Warner Archive DVD)/Rise
Of The Krays
(1975/United Artists/MGM/Twilight Time Limited Edition
Blu-ray)/Stakeout On Dope
C/C+/C+/C+/B+/C+ Sound: C+/C/C/C+/B-/C Extras:
D/C-/C-/C-/C-/D Films: C+/C+/C+/C/B+/C+
The reissued Rollerball
Blu-ray is now only available from our friends at Twilight Time, is
limited again to only 3,000 copies and can be ordered while supplies
last, while all DVD releases (except Krays)
are now only available from Warner Bros. through their Warner Archive
series. All can be ordered from the links below.
our latest look at genre films, we start with three heist films, then
a gangster film, upgrade of a science fiction gem and conclude with a
crime drama on illicit drugs...
Great Jewel Robber
(1950) is about a jewel thief (David Brain) who loves freedom and
valuables so much, he breaks out of the Canadian prison he is in and
resumes his heisting crimes, based on a true story that just happened
at the time of release. With mostly unknowns (save Marjorie
Reynolds), the film is not bad, intelligently written and it takes
its audience seriously for its 92 minutes. However, the Warner
production is not very distinguished, though it also has some amusing
moments and a little suspense. Borden Chase (Red
wrote the script that helps make this worth a look.
are no extras.
(1968) has Peter Ustinov coming out of prison legitimately (after
helping his warden fix the books, apparently) up to new schemes and
landing up at a monied company with a newfangled computer and the
potential to skim a chunk of it for himself. He falls for a
secretary there (Maggie Smith), has to deal with the man who runs
things (Karl Malden) and his assistant (Bob Newhart) in this British
production with a whimsical score by Laurie Johnson (The
particularly similar to his work on Jason
and has some fin moments for the actors and in the storyline.
the script gets sidetracked, though later appearances by Cesar Romero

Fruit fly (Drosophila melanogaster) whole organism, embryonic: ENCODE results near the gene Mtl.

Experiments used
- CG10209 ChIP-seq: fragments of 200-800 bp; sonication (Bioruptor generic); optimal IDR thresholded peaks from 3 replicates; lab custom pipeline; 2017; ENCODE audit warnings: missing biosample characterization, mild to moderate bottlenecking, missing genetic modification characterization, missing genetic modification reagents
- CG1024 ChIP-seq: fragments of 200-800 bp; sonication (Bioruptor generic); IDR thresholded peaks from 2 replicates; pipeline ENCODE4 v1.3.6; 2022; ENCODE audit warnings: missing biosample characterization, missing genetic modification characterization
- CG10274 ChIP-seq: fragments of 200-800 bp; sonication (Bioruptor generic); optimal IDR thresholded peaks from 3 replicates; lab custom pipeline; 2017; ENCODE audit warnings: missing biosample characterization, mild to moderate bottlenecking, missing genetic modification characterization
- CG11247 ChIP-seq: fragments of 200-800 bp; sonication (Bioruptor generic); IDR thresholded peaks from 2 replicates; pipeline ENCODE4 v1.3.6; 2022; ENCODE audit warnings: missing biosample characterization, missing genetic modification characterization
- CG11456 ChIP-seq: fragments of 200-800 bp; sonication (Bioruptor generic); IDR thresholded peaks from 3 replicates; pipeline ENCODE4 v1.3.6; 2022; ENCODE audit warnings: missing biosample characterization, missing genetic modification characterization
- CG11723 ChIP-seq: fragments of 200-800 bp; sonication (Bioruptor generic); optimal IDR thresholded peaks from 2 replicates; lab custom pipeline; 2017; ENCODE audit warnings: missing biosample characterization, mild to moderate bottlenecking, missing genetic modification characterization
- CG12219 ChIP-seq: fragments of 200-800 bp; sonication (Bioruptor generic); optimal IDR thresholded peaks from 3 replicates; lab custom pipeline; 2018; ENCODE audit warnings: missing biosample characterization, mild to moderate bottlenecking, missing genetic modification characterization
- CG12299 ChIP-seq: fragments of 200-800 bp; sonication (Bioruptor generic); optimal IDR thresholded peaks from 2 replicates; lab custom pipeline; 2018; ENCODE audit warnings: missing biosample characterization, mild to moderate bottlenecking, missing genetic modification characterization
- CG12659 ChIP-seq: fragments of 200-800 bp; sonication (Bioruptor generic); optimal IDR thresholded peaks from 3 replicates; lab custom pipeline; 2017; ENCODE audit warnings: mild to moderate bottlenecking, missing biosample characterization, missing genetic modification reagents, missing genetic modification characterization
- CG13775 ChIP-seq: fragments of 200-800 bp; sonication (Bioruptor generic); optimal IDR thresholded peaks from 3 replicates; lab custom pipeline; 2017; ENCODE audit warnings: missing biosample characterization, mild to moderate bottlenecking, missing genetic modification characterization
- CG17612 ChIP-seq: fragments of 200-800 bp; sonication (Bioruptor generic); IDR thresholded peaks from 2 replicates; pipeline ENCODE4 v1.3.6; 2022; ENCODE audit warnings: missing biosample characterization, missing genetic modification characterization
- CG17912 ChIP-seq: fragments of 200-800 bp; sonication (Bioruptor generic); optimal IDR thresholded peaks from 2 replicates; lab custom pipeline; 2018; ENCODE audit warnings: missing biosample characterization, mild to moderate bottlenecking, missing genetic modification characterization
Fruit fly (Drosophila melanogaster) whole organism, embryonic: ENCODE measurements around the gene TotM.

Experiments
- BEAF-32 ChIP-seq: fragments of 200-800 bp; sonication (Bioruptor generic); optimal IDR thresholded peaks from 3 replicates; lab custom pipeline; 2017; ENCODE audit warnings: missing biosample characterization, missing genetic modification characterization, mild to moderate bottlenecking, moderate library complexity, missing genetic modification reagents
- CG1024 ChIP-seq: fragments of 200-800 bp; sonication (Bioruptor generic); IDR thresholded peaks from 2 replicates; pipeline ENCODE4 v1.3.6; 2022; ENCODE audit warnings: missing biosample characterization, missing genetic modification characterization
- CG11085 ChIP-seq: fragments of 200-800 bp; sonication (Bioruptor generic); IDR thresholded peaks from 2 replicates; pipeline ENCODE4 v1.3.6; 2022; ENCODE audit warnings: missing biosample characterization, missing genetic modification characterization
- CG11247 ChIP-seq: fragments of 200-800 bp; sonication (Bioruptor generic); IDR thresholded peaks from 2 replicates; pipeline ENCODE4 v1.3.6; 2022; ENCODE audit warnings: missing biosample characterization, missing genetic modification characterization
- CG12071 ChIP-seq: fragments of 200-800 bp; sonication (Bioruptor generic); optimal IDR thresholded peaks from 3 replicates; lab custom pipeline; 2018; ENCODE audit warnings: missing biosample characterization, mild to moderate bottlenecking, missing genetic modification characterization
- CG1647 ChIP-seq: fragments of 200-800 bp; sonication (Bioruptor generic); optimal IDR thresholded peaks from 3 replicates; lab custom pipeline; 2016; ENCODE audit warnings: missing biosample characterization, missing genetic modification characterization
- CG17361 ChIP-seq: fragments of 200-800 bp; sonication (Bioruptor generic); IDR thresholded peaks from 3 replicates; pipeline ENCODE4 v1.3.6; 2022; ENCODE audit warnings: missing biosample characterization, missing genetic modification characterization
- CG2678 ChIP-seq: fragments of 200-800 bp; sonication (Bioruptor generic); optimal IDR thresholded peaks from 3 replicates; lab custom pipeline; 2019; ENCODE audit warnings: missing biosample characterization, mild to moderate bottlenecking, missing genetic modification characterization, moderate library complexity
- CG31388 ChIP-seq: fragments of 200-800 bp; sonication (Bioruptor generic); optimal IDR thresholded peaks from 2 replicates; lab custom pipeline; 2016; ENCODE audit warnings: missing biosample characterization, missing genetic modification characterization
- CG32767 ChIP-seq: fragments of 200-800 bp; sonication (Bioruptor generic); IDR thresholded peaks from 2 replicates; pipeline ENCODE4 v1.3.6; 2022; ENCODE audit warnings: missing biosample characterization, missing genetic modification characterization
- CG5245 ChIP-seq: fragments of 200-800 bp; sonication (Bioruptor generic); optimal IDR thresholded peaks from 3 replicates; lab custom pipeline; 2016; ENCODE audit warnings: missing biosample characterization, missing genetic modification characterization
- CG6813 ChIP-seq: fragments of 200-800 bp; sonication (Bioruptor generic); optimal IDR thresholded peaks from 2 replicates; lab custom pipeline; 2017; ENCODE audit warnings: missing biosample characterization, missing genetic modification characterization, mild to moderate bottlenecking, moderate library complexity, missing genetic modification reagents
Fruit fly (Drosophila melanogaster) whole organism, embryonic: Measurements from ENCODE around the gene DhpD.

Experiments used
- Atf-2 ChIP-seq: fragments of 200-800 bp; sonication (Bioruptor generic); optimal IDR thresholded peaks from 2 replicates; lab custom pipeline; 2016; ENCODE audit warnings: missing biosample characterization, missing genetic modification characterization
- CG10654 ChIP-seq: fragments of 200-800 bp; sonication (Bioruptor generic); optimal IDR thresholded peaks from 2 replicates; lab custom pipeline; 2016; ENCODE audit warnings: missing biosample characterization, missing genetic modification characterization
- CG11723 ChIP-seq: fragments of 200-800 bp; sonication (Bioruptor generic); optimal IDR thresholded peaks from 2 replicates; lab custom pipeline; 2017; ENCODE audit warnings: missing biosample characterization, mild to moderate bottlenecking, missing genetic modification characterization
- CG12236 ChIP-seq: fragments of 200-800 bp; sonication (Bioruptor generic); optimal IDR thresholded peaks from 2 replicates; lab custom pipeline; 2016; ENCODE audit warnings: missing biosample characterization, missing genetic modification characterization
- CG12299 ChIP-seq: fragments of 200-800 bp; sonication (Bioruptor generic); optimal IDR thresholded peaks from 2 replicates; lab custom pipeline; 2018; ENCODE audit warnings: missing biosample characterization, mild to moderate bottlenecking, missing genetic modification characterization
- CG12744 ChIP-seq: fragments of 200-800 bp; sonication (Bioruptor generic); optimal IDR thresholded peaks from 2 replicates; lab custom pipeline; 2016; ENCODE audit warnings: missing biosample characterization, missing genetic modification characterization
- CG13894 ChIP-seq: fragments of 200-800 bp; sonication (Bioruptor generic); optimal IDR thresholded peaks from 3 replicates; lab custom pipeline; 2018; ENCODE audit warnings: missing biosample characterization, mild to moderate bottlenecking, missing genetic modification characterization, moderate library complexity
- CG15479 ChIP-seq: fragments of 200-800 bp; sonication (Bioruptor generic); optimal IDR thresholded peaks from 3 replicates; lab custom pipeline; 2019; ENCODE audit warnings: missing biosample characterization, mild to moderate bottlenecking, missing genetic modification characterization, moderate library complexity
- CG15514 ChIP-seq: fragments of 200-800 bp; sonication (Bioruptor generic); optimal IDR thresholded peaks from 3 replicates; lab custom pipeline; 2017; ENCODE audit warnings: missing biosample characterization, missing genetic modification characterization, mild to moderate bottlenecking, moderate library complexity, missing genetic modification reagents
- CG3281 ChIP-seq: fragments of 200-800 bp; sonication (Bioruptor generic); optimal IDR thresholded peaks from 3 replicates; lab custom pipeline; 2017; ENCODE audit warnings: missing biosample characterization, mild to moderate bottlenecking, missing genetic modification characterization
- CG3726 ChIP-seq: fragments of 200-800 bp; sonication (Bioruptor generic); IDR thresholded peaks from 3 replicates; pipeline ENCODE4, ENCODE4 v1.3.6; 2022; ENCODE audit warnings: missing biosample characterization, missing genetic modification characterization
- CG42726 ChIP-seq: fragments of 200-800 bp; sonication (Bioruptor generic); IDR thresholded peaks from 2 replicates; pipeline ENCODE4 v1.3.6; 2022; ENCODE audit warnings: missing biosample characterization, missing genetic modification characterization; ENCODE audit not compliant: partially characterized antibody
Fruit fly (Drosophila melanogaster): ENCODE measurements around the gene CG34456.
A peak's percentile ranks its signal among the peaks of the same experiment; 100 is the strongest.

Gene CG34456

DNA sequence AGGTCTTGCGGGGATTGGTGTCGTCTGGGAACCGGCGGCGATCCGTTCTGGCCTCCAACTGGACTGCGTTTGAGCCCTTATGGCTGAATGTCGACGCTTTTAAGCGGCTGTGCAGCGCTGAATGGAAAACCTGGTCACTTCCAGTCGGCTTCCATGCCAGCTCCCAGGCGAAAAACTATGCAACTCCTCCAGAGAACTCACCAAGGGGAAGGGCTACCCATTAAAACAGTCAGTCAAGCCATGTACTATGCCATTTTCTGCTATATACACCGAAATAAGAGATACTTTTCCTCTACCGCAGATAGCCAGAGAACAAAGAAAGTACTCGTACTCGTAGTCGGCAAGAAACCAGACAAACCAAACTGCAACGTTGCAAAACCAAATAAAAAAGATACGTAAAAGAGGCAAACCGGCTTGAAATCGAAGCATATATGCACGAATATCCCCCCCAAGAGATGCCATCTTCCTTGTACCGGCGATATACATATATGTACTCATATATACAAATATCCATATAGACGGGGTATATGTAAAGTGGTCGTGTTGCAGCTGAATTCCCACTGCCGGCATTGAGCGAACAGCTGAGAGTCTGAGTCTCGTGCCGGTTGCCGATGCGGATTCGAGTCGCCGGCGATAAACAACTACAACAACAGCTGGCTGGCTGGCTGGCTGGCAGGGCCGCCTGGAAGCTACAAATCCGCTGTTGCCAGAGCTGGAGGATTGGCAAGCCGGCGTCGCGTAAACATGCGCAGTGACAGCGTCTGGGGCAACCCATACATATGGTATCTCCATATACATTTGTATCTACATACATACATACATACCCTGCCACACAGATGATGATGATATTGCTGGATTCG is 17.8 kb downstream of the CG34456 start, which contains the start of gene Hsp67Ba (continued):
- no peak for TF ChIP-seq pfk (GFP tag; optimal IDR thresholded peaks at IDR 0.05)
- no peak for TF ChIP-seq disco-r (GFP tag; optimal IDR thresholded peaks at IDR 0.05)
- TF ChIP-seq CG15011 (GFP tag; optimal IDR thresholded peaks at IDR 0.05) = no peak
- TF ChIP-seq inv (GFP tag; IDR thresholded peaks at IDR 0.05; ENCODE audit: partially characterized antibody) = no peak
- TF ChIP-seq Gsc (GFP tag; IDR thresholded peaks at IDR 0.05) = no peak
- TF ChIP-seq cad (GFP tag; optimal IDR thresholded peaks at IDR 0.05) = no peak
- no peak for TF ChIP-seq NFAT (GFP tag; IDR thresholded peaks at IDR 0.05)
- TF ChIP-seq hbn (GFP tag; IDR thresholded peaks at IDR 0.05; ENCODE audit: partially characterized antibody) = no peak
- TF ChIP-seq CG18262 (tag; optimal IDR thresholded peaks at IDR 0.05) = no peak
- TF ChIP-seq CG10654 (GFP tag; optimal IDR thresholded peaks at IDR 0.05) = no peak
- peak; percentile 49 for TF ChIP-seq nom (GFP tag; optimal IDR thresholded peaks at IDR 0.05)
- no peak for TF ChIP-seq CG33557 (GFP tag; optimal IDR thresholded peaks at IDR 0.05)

and Robert Morley help. It is worth a look for its energy and the
many things that do work, but I wished it worked better.
Original Theatrical Trailer is the only extra.
(1967) was another leading role for George Hamilton, whose star
appeal could carry a film, here a jewel thief stealing from actual
movie stars (Zsa Zsa Gabor, Lilli Palmer and Caroll Baker show up as
themselves) in this drama/comedy with Hamilton as a smart cat burglar
who has to start dealing with a new age of devices called sensors and
computers to get the goods. Joseph Cotten is his mentor (King of
Diamonds), Maurice Evans and Marie Laforet play accomplices and it is
one of those globe-trotting films that play as part travelogue. I
liked the star power, some of the performances and some of the
also has some good, if not overt humor, so this is made for adults.
However, it is no Topkapi
taking somewhat of a leisurely Hollywood-style route (despite being a
German co-production) but is also worth a look for the things that
work. At least they were trying.
Original Theatrical Trailer is the only extra.
Of The Krays
(2015) apparently is part of a U.K. gangster crime series of films
that began with Rise
Of The Footsoldier,
but this has to compete with the recent Krays film Legend
(which we look forward to catching soon) and the underrated 1990
Peter Medak film (reviewed elsewhere on this site) and comes up with
Cotton and Kevin Leslie are the deadly brothers in this very violent
take that has some good moments, but also more than a few flat ones.
Besides being late in telling the story, we never see their prominent
mother much and Ronnie was gay and psychotic, but the film wants to
make him super-psychotic to negate and erase the former for some odd
reason. They have both been accused of worse since and who knows
what is true and not at this point.
film is also a bit mechanical after a potentially good start, but I
was disappointed in the end. This one runs 115 minutes.